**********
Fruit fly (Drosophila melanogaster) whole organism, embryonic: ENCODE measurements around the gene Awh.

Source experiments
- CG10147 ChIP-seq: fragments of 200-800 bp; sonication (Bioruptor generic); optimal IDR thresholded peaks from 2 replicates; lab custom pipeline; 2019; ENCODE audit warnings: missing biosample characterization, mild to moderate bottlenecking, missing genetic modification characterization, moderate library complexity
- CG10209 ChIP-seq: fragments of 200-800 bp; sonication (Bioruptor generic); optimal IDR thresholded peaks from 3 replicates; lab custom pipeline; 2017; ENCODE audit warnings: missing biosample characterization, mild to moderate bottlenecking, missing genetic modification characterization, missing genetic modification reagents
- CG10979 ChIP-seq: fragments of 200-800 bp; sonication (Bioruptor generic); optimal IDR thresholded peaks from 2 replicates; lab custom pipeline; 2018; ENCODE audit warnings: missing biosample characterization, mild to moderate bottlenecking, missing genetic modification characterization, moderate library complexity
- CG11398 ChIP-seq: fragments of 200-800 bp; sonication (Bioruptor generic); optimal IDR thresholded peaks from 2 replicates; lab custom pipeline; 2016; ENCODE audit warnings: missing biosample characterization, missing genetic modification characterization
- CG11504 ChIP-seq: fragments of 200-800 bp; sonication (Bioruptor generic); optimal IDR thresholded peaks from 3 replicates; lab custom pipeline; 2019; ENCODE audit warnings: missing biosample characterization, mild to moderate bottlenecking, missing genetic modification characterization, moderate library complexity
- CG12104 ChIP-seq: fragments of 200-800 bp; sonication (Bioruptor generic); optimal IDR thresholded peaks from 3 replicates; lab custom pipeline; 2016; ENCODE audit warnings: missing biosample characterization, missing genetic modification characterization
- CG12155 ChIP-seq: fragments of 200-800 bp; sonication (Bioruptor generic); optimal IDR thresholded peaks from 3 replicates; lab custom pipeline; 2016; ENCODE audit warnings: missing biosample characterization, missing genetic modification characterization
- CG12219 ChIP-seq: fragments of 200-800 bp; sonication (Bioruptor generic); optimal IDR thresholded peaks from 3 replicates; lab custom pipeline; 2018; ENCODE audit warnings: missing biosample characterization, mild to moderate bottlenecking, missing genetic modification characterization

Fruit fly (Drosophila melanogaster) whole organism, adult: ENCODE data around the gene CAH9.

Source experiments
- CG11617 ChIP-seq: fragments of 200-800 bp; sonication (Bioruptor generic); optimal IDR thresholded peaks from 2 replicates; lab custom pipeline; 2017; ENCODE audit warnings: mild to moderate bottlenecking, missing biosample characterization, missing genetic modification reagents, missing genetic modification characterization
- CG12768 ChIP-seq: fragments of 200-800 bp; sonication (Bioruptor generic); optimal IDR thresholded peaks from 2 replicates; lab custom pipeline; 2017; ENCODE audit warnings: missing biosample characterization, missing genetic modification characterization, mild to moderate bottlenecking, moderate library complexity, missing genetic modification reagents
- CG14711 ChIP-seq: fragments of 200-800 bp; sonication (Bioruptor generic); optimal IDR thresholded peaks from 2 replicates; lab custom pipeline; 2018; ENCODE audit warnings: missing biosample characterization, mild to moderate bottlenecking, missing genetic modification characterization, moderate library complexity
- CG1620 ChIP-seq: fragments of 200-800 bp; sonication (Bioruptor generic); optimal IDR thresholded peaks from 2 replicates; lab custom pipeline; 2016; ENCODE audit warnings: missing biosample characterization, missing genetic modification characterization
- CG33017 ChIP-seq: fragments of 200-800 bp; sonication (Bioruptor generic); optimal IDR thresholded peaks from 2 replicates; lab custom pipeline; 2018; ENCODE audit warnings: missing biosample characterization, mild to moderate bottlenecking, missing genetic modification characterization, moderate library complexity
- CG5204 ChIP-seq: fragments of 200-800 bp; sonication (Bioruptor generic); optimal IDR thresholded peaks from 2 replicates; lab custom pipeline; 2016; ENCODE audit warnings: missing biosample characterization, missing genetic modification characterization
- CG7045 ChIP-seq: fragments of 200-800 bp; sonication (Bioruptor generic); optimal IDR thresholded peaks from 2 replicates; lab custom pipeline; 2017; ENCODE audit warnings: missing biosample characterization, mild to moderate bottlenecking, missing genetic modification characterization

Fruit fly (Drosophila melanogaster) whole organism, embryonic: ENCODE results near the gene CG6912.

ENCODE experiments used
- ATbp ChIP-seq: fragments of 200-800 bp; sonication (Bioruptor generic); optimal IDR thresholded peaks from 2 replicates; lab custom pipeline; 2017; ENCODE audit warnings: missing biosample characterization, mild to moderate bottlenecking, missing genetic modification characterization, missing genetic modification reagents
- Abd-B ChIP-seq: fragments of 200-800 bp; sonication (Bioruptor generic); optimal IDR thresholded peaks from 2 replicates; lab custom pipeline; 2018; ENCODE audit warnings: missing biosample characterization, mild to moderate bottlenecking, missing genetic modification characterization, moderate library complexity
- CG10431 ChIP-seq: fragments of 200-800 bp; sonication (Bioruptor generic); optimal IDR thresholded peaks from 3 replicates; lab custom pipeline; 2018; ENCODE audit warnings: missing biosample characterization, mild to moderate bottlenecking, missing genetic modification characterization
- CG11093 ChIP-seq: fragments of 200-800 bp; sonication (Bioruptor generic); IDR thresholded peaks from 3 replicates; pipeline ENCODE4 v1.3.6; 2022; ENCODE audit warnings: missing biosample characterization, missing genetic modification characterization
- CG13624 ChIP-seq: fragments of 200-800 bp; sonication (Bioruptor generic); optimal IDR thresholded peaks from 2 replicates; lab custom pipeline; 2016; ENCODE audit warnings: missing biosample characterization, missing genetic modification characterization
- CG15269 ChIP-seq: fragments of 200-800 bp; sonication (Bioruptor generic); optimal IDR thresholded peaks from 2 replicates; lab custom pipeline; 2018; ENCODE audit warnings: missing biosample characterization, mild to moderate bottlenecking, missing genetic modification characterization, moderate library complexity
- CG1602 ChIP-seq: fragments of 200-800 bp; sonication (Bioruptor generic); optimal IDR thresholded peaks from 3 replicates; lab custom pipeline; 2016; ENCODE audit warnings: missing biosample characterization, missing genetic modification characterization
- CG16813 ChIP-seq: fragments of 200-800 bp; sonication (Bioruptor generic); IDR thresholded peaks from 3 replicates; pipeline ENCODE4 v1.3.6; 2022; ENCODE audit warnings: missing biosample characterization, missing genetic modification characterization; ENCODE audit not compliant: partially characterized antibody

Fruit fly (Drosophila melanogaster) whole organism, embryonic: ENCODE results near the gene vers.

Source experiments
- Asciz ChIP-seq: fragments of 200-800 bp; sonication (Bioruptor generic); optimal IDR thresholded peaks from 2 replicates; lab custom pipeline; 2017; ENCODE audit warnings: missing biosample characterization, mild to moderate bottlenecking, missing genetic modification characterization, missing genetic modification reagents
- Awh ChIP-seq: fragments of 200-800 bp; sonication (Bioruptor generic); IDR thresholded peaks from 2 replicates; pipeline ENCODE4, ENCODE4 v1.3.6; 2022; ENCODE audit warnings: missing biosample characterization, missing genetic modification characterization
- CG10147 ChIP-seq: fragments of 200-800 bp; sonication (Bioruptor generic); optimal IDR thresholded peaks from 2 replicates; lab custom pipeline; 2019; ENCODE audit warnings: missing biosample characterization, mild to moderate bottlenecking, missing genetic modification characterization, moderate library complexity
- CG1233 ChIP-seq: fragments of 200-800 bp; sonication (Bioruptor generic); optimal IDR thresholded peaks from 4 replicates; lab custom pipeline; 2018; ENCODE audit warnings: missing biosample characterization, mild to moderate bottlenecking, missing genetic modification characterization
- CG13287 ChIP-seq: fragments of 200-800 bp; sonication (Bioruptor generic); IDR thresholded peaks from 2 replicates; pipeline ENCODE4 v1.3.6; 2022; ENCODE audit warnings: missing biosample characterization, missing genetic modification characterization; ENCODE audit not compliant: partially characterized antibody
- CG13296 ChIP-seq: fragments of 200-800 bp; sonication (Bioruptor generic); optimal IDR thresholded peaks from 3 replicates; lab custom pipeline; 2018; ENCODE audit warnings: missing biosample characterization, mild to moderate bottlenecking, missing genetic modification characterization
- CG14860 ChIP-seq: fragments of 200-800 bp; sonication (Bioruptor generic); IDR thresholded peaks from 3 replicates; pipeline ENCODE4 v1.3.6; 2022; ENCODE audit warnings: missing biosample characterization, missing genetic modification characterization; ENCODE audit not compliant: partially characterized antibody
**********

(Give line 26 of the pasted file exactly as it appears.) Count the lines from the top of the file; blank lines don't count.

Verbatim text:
- CG13624 ChIP-seq: fragments of 200-800 bp; sonication (Bioruptor generic); optimal IDR thresholded peaks from 2 replicates; lab custom pipeline; 2016; ENCODE audit warnings: missing biosample characterization, missing genetic modification characterization